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Ambry Debuts Agilent-Made Stem Cell CGH Array

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By Justin Petrone

Ambry Genetics this week rolled out StemArray, a new kit and service that enables researchers studying stem cells to detect genomic abnormalities that would ordinarily be missed by low-resolution karyotyping.

Manufactured by Agilent Technologies in multiplex format that provides four, 44,000-marker arrays on one slide, the chip offers a "higher-resolution approach" to standard karyotyping for stem cells, as well as increased coverage in known stem cell- and cancer-associated genes compared to Agilent's standard 44K CGH array, Ambry said.

The StemArray is designed for labs characterizing human embryonic stem cells or induced pluripotent stem cells. Aaron Elliott, an R&D scientist in Ambry's genomics division, told BioArray News last week that scientists using the StemArray will "be aware of the structural variants present in their cells and be more confident in the reliability of their experimental results."

According to Elliott, human embryonic stem cells and induced pluripotent stem cells that are cultured for an extended period of time are susceptible to chromosomal instability, which is a "big concern" for researchers. To date, stem cells have typically been characterized through traditional low-resolution karyotypic analyses, which can only identify large-scale aneuploidies over 5 megabases in size, Elliott said.

"Currently, the standard technique for characterizing human stem cell lines is G-banding metaphase karyotyping," said Elliott. "However, this technique is low resolution and can only identify large-scale aneuploidies."

In contrast, the Ambry StemArray has an average resolution of 43 kilobases throughout the genome and 24 kilobases in reference sequence genes. Specifically, compared to Agilent's catalog CGH arrays, the StemArray features increased probe coverage in more than 50 pluripotent-associated genes and in over 185 cancer-associated genes. The chip is currently priced "below $600," according to the firm.

"As human stem cells begin to make their way into clinical studies, it is essential that the cell lines be thoroughly characterized," Elliott said. Using the StemArray, scientists will "not only detect the extremely large copy number changes that can be found by karyotype, but also identify very small aberrations that occur during culture that could decrease the reproducibility and reliability of experimental data," he said.

Elliott said the StemArray was developed using Agilent's 44K comparative genomic hybridization array. Ambry modified the CGH chip's genomic backbone to increase the coverage in known stem cell and cancer-related genes. This additional coverage allows users to detect abnormalities in samples that the catalog CGH chips cannot detect due to lack of probes, he said.

Ardy Arianpour, director of business development in Ambry's genomics division, told BioArray News last week that the StemArray will complement Ambry's line of genomic services. The Aliso Viejo, Calif.-based company, which maintains a Clinical Laboratory Improvement Acts-compliant lab, is a certified Agilent and Illumina service provider. In that capacity it offers customers access to gene expression, genotyping, sequence capture, next-generation sequencing, and drug metabolism studies.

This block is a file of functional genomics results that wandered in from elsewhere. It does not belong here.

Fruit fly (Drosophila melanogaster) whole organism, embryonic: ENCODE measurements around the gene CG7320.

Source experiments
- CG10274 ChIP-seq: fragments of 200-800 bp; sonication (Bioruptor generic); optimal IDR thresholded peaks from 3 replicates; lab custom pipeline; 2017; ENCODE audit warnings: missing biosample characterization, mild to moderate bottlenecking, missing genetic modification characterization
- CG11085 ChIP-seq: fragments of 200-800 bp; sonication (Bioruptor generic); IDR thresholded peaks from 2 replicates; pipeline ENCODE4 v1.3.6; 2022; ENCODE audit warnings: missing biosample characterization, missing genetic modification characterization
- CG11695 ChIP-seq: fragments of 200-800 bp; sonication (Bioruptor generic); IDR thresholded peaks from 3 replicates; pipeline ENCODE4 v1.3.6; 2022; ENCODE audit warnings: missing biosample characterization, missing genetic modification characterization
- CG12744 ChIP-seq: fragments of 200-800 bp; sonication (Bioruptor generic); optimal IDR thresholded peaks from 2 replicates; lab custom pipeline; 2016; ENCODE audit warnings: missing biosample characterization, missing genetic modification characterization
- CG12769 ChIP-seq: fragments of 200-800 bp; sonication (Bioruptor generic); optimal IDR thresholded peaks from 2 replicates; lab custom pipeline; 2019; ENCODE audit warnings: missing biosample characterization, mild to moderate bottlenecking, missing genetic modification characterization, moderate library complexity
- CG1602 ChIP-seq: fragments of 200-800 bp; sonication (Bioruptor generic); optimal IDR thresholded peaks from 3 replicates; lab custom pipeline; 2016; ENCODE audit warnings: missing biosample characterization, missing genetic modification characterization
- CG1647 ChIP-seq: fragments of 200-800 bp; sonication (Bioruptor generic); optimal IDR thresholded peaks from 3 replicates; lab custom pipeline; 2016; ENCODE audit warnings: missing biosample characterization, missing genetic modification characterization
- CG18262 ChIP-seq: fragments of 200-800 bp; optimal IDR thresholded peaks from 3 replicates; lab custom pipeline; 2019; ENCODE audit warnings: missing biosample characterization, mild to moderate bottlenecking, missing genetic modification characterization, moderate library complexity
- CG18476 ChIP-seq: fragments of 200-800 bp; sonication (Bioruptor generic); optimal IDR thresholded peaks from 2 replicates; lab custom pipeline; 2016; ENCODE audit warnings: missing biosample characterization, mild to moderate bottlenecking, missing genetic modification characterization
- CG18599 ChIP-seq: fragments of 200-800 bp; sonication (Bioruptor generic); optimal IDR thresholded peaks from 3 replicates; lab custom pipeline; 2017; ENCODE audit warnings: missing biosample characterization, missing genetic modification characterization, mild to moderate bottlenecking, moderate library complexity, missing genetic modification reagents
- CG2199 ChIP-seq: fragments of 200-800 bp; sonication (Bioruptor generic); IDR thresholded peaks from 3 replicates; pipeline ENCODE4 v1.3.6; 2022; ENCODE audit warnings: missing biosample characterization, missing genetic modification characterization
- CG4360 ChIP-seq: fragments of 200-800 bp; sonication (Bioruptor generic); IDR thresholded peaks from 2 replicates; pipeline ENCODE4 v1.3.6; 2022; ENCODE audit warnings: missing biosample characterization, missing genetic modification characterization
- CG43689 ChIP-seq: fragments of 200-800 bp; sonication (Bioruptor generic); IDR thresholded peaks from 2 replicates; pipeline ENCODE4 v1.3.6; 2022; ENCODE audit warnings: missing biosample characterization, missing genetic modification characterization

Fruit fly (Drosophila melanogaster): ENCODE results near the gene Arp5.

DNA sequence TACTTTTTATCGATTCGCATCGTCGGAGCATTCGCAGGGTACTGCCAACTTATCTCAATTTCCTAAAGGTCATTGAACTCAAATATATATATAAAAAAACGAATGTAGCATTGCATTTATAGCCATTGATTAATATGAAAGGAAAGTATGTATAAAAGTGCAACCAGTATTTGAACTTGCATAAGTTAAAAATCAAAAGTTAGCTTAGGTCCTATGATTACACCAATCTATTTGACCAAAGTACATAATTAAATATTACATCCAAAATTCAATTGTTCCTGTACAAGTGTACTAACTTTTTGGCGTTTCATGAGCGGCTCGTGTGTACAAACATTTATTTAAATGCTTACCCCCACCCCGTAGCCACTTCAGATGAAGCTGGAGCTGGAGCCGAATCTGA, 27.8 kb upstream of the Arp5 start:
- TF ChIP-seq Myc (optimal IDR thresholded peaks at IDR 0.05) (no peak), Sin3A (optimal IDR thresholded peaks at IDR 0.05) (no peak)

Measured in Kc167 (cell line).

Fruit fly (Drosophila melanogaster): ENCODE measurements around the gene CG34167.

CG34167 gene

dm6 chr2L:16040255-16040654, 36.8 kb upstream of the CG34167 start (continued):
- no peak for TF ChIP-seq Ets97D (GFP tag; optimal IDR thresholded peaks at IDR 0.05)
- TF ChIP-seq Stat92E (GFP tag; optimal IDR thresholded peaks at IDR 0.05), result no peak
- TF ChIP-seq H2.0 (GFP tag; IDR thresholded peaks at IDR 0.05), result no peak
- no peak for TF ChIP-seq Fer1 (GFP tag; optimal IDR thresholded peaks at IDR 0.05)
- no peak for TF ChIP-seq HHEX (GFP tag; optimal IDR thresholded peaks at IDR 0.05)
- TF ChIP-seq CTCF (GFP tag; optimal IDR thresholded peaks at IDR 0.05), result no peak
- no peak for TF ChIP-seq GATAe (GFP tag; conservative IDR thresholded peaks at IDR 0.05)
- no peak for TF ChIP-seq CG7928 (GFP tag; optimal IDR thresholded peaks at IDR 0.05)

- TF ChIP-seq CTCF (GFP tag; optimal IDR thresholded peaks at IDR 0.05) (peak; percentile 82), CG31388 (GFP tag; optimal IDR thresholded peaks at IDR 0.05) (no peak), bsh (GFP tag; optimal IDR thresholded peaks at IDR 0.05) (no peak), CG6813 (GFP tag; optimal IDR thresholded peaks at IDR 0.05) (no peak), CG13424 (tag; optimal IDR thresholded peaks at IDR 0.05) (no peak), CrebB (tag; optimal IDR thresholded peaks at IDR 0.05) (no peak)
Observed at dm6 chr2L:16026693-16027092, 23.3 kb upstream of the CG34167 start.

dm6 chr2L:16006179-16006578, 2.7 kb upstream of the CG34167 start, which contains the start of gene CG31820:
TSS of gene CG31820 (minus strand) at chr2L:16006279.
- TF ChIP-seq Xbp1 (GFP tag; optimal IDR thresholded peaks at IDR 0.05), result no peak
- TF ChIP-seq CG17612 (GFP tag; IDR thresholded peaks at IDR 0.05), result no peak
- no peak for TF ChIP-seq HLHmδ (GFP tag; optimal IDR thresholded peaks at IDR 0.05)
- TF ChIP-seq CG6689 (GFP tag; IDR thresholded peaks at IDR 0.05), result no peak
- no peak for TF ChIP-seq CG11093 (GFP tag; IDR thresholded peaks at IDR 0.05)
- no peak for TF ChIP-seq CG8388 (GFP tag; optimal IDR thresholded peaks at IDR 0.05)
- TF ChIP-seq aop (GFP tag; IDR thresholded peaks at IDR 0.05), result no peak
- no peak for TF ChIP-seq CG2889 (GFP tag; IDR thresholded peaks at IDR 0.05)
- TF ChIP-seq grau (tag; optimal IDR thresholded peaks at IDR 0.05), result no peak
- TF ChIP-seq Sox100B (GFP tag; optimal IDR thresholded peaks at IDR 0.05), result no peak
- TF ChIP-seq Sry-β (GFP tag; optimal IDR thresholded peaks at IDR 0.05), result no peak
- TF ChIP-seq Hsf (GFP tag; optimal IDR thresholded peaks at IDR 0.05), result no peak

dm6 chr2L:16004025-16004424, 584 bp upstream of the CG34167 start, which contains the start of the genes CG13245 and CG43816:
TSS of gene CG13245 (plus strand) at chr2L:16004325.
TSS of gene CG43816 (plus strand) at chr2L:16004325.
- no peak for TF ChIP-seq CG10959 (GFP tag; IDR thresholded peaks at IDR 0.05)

Last year, the company also launched a chromosomal microarray analysis service using an array designed by Baylor College of Medicine (see BAN 6/9/2009). Like the StemArray, its CMA chip is manufactured by Agilent.

It was Ambry's close relationship with Agilent, Arianpour said, that helped facilitate the development of the StemArray. The launch of StemArray marks "the first time an Agilent certified service provider will be offering a stem cell product [that] is array based," he noted.

Though manufactured by Agilent, Ambry owns the designs to the StemArray and will provide both the service, which has a turnaround time of two weeks, and kits to customers to "reduce the cost of karyotyping for stem cell companies, cores, academic researchers, and various clients," Arianpour said.

"Every scientist doing karyotype analysis is paying around $600 per sample today," said Arianpour. "We made sure that this product is within that same ballpark cost. However, they will receive better data [and will be able] to detect smaller duplications and deletions," he said of the cost. "As of right now we have it below the $600 mark."

Ambry is among a group of firms and researchers that are seeking to smooth stem cell research by enabling scientists to use higher-throughput technologies. South San Francisco, Calif.-based Fluidigm, for instance, is developing a stem cell integrated fluidic circuit that will simplify protocols developed to turn differentiated cells into stem cells, and to reprogram stem cells to redifferentiate in a desired way (see BAN 8/18/2009). The firm's IFCs are already being used by stem cell researchers in single-cell expression studies (see BAN 6/30/2009).

Other array companies that have worked with stem cell researchers include Illumina, Invitrogen, and Affymetrix, and the kinds of arrays that have been used in published studies range from whole-genome genotyping arrays to gene-expression and microRNA-expression profiling chips to chromatin immunoprecipitation (ChIP)-chip arrays. This month, for example, a group of researchers from Rensselaer Polytechnic Institute in Troy, NY, published a paper in Biotechnology and Bioengineering describing a three-dimensional cellular microarray platform to track stem cell fate and quantification of specific stem cell markers.

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